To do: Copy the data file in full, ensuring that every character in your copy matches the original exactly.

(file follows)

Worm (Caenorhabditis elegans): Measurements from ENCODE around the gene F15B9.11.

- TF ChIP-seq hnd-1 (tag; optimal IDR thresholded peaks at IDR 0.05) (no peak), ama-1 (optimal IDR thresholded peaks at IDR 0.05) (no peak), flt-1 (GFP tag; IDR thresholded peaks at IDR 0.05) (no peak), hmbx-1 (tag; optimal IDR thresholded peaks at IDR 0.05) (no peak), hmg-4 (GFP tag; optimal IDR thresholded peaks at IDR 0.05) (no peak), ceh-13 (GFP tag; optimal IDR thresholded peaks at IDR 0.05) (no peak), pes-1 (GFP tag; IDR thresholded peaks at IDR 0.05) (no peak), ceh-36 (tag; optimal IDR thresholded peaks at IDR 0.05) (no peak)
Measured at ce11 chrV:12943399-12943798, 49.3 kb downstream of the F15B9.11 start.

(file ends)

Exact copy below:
Worm (Caenorhabditis elegans): Measurements from ENCODE around the gene F15B9.11.

- TF ChIP-seq hnd-1 (tag; optimal IDR thresholded peaks at IDR 0.05) (no peak), ama-1 (optimal IDR thresholded peaks at IDR 0.05) (no peak), flt-1 (GFP tag; IDR thresholded peaks at IDR 0.05) (no peak), hmbx-1 (tag; optimal IDR thresholded peaks at IDR 0.05) (no peak), hmg-4 (GFP tag; optimal IDR thresholded peaks at IDR 0.05) (no peak), ceh-13 (GFP tag; optimal IDR thresholded peaks at IDR 0.05) (no peak), pes-1 (GFP tag; IDR thresholded peaks at IDR 0.05) (no peak), ceh-36 (tag; optimal IDR thresholded peaks at IDR 0.05) (no peak)
Measured at ce11 chrV:12943399-12943798, 49.3 kb downstream of the F15B9.11 start.